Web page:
From my book, Reciprocal Frame Architecture, by Olga Popovic-Larsen:
"In the case of the Japanese RF structures, the earthquake energy is dissipated by designing timber joints without steel connectors, which allow the structure to move with the earthquake motion. An excellent example of increased structural redundancy is the Seiwa Burnaku Puppet Theatre Exhibition Hall RF structure, where a double RF structure of clockwise and anticlockwise spiralling RF beams is used for the roof. In the case of the progressive collapse of one of the RF structures, the other will take over the redistributed load of the roof. [Reminds me of wheel spokes. This will add to the complexity of the roof, but then they're talking about a larger structure/span/roof too.] Further research needs to be carried out to explore the structural behaviour of RF structures, especially when they are subjected to dynamic loadings. Despite the fact that there is a need for further research, it is clear from the Japanese built examples that progressive collapse is a problem that can be successfully resolved."
Here's something about an very old reciprocal(?) Floor: "Structural analysis of Wallis's structure highlights some interesting subtleties in the way it carries loads. With the simple joints between the beams only transmitting vertical forces, there is a smooth distribution of supporting reactions around the periphery. In contrast, had the beams been rigidly connected to transmit bending and torsion moments as well, the distribution of edge reactions would be quite different, with the largest edge reaction being almost doubled and the edge force for the beam closest to the each corner being inverted. This somewhat counter-intuitive behaviour is related to significant torsion or twisting of the beams, which only occurs with rigid connections at the internal joints. For a given load, Wallis's structure will deflect more than an orthodox rigidly connected array of beams - known as a grillage to modern engineers. However, the smooth distribution of edge reactions would be much easier to provide on the top of brick or stone walls - with advantages for the design of the rest of the structure. Perhaps, his design is cleverer than even Wallis realised, and Wren did miss an opportunity with the roof structure of the Sheldonian Theatre.
In conclusion, modern engineers can greatly admire the work of the famous Oxford mathematician John Wallis. He produced a beautiful and sophisticated structural design, with engineering calculations, approximately 250 years before the University recognised engineering as an academic discipline." -- http://www.soue.org.uk/souenews/issue4/wallis.html

You mean a shed roof? Well that's what all my initial CAD designs have so far. I probably will go with a tried and true shed in the end, but maybe experiment with a reciprocal roof design for a guesthouse, a woodworking shed, or my own still. ;)
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http://www.sfu.ca/~rmacinty/rfa/rfa.pdf
I'm just about to head out, but I've uploaded the book (pdf reader needed) for you, if you wish, to peruse before I do. Chapter 5 may have something.
I presume you're still on dialup, but the books' only about 3 pop songs'-worth, so it may not take you more than about 10-15 minutes.
Back later.
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Thanks Ken & co - interesting stuff. No problem here with snow load but potentially useful method where wind loads are concerned - eg 61-74 metres/second, high/low/high pressure shift. Of course I'd need an engineer with an enquiring mind and time on his/her hands :-)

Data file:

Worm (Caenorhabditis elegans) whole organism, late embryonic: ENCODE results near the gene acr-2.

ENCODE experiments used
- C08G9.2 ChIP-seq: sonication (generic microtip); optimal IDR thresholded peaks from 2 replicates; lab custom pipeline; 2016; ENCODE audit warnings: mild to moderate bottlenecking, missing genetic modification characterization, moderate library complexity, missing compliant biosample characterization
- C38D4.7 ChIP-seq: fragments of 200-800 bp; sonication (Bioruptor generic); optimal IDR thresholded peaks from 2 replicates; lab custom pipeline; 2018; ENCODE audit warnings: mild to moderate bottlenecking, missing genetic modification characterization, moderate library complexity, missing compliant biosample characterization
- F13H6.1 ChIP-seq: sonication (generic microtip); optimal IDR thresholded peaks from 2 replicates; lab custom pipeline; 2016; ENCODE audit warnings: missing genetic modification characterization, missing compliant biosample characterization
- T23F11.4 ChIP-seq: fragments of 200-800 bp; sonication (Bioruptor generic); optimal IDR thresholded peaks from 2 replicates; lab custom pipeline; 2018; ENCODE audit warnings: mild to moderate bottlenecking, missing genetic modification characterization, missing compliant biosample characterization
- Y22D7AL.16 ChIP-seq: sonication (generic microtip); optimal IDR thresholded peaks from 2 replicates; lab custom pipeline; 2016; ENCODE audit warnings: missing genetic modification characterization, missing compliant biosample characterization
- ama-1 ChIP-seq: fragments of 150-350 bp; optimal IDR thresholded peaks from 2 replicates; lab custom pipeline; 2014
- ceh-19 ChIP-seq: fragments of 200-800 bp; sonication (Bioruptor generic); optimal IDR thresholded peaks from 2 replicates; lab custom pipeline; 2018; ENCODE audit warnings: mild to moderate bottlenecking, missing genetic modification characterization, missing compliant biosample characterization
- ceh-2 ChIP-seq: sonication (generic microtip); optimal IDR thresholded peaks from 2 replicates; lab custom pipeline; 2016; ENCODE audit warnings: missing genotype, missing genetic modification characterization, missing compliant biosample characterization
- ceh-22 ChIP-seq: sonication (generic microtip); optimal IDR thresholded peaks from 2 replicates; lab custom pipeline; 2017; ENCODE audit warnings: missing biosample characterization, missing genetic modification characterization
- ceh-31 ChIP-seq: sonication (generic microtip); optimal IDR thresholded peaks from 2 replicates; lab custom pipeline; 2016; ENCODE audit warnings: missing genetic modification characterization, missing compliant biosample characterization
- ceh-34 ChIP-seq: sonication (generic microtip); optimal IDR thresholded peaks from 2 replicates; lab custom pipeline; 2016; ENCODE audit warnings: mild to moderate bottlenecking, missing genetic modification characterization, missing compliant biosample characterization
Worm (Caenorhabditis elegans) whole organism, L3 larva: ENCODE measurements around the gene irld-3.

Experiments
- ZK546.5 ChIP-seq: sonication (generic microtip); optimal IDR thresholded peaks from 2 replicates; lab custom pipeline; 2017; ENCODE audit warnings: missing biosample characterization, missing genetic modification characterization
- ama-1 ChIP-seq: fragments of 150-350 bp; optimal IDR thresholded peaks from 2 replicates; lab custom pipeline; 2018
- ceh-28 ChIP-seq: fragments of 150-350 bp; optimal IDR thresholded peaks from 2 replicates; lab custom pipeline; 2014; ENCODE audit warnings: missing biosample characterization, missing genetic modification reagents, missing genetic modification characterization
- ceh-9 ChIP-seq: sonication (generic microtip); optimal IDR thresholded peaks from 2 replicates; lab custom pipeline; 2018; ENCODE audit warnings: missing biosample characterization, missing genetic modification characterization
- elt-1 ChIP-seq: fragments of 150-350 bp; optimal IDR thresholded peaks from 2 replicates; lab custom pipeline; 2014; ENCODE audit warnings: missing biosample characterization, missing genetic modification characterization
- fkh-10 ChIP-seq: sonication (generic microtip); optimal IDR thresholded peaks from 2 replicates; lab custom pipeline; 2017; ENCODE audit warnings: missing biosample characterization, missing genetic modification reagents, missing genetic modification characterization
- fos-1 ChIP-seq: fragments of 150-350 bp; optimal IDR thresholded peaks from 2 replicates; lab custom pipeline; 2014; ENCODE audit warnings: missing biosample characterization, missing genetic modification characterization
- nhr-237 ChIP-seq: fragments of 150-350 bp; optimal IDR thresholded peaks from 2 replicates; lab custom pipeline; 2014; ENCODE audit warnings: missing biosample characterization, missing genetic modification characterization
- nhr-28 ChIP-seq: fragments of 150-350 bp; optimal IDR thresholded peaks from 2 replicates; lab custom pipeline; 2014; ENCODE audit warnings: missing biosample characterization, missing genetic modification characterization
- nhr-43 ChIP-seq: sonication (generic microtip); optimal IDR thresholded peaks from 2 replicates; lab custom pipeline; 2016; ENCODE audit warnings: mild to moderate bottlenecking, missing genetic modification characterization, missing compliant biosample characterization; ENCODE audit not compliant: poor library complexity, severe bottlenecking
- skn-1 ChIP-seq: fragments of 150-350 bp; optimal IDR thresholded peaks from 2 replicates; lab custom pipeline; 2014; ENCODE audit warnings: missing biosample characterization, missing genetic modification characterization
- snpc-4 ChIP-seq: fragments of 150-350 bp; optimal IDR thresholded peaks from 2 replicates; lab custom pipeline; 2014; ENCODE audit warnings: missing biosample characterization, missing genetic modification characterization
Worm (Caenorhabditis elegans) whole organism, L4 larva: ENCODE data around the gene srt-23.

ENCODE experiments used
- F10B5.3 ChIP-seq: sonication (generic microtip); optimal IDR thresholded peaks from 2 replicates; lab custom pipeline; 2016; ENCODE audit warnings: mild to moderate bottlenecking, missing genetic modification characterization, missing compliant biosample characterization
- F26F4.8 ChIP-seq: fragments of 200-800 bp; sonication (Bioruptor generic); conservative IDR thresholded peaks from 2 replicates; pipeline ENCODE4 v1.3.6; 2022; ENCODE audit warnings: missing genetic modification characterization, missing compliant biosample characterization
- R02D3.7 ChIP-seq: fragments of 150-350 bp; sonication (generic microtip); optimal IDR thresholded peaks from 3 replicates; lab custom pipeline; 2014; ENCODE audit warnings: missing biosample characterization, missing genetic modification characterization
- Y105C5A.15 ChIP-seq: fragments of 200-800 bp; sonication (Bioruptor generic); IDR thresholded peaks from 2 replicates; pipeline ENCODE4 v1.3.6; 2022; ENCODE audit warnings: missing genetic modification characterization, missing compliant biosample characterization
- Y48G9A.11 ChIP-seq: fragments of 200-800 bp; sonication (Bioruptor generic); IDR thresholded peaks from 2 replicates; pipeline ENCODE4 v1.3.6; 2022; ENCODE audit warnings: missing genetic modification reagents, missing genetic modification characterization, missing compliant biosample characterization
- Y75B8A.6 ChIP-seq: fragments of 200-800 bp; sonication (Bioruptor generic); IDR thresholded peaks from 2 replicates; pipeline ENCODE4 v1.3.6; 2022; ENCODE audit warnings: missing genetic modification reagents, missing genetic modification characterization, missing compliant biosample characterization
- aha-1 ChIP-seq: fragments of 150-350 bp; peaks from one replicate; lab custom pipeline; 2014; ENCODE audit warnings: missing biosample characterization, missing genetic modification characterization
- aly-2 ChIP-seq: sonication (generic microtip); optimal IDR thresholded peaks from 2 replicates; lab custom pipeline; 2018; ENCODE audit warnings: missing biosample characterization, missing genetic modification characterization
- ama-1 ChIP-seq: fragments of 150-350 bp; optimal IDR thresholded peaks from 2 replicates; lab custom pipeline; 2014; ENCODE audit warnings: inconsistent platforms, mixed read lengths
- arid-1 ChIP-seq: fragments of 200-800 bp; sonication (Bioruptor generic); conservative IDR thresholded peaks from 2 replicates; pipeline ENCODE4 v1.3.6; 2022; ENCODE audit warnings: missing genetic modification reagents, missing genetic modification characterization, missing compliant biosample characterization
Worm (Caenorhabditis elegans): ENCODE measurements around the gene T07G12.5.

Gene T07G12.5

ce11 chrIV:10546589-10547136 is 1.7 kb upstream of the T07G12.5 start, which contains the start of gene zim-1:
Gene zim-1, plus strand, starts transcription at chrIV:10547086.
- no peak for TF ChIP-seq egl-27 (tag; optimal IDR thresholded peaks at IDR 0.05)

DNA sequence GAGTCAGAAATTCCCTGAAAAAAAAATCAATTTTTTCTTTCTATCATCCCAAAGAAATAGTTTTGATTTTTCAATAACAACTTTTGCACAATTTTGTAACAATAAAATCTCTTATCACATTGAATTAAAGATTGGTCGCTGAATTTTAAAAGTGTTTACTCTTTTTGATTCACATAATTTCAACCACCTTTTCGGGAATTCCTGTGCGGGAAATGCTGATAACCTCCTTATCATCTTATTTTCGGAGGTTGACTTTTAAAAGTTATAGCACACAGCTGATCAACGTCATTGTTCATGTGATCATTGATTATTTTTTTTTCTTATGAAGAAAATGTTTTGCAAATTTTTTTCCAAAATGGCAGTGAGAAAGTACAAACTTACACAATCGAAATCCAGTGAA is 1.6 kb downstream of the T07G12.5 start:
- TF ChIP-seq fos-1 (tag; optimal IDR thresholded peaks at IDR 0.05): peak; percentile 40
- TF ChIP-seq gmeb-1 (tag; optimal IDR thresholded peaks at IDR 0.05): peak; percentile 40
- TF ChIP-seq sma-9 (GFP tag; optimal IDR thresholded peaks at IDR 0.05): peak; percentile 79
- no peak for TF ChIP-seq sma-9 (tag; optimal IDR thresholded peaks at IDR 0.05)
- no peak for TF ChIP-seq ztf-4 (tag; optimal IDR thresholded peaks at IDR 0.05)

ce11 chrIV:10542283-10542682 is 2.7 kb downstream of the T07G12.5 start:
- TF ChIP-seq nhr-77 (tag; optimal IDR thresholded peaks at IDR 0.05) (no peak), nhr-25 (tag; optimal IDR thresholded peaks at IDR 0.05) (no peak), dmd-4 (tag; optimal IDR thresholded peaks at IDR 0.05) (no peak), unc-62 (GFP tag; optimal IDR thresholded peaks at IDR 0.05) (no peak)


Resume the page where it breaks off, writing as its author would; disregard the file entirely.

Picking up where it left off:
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Apparently the reciprocal roof is very smooth with load distribution and transference, if I'm reading correctly, which is good if it is also prone by its very design to catastrophic failure (redundancies, such as an in-tandem reverse RF, notwithstanding). :) The term 'catastrophic failure' cracks me up. (Ouch ;)
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Have you run across the boveda roof yet? Very cool.
http://lh5.ggpht.com/_Ue13SgShkvE/SfCq-W47NvI/AAAAAAAAAik/MZQI4iHqciY/CIMG4923.JPG
http://www.vacationrentalpeople.com/Images/Prop/18259/8-2009128191258.jpg
http://www.diputaciondevalladolid.es/imagenes/img_cultura/Exposiciones_2006/forma_y_luz/bovedaG.jpg
http://media.photobucket.com/image/boveda/farooksh/palmeada.jpg
http://media.photobucket.com/image/boveda/tuckboysmom/CIMG1925.jpg
http://media.photobucket.com/image/boveda/eplbobsam/Casita%20Linda%20Day%204/IMG_3123.jpg
http://media.photobucket.com/image/boveda/lukachuki/boveda/0804-GarageBoveda3.jpg
R
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Yes I think so. I'll look more into it too.
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What you'll find is a typical roof rafter/truss system with curved *shims* sistered along the top chord. Unless money is no object. My old 50's era high school had a curved roof gym built with giant laminated curved beams, maybe 24" tall x 8" wide that spanned roughly 80 feet or so. It was built with stolen money so cost wasn't an issue. Its still standing.
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Warm Worm> wrote:

I don't find it funny at all. We live in a culture of greed which necessitates the aquisition of money. You can't live without it. Something that cost $1.00 back in 1913 now costs $98.00, what happened? Or, another way to look at it, if you had a dollar in 1913 it would be like if you had $98 today. If you had $1000 then it would be like $98,000 today. Where did it all go?